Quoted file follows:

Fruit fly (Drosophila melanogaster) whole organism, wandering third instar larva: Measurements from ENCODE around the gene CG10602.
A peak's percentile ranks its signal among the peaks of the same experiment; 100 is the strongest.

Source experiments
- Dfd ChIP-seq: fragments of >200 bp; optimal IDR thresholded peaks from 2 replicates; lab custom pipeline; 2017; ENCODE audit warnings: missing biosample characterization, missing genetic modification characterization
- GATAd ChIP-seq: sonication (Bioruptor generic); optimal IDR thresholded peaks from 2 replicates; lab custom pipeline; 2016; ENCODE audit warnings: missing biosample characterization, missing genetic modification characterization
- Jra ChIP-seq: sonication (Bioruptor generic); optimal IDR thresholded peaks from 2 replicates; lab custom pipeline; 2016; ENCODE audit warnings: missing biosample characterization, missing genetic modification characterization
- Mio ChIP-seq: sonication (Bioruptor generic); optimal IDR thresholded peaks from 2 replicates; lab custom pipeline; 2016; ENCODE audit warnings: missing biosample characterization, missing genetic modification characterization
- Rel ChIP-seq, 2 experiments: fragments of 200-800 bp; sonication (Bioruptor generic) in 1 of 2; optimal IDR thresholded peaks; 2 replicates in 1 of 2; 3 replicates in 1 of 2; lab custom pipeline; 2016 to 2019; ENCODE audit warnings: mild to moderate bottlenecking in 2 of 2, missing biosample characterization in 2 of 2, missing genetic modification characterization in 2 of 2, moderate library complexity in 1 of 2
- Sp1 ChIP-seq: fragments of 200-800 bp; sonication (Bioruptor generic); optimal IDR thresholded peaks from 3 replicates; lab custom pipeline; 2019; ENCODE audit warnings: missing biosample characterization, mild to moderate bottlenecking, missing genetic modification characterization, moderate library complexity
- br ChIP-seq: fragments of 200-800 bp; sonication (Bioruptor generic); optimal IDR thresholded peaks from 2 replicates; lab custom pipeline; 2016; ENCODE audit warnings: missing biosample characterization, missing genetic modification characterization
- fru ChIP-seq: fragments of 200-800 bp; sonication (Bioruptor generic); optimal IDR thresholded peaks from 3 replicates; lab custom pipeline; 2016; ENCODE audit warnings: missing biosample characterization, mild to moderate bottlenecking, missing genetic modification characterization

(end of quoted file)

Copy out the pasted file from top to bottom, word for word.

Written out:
Fruit fly (Drosophila melanogaster) whole organism, wandering third instar larva: Measurements from ENCODE around the gene CG10602.
A peak's percentile ranks its signal among the peaks of the same experiment; 100 is the strongest.

Source experiments
- Dfd ChIP-seq: fragments of >200 bp; optimal IDR thresholded peaks from 2 replicates; lab custom pipeline; 2017; ENCODE audit warnings: missing biosample characterization, missing genetic modification characterization
- GATAd ChIP-seq: sonication (Bioruptor generic); optimal IDR thresholded peaks from 2 replicates; lab custom pipeline; 2016; ENCODE audit warnings: missing biosample characterization, missing genetic modification characterization
- Jra ChIP-seq: sonication (Bioruptor generic); optimal IDR thresholded peaks from 2 replicates; lab custom pipeline; 2016; ENCODE audit warnings: missing biosample characterization, missing genetic modification characterization
- Mio ChIP-seq: sonication (Bioruptor generic); optimal IDR thresholded peaks from 2 replicates; lab custom pipeline; 2016; ENCODE audit warnings: missing biosample characterization, missing genetic modification characterization
- Rel ChIP-seq, 2 experiments: fragments of 200-800 bp; sonication (Bioruptor generic) in 1 of 2; optimal IDR thresholded peaks; 2 replicates in 1 of 2; 3 replicates in 1 of 2; lab custom pipeline; 2016 to 2019; ENCODE audit warnings: mild to moderate bottlenecking in 2 of 2, missing biosample characterization in 2 of 2, missing genetic modification characterization in 2 of 2, moderate library complexity in 1 of 2
- Sp1 ChIP-seq: fragments of 200-800 bp; sonication (Bioruptor generic); optimal IDR thresholded peaks from 3 replicates; lab custom pipeline; 2019; ENCODE audit warnings: missing biosample characterization, mild to moderate bottlenecking, missing genetic modification characterization, moderate library complexity
- br ChIP-seq: fragments of 200-800 bp; sonication (Bioruptor generic); optimal IDR thresholded peaks from 2 replicates; lab custom pipeline; 2016; ENCODE audit warnings: missing biosample characterization, missing genetic modification characterization
- fru ChIP-seq: fragments of 200-800 bp; sonication (Bioruptor generic); optimal IDR thresholded peaks from 3 replicates; lab custom pipeline; 2016; ENCODE audit warnings: missing biosample characterization, mild to moderate bottlenecking, missing genetic modification characterization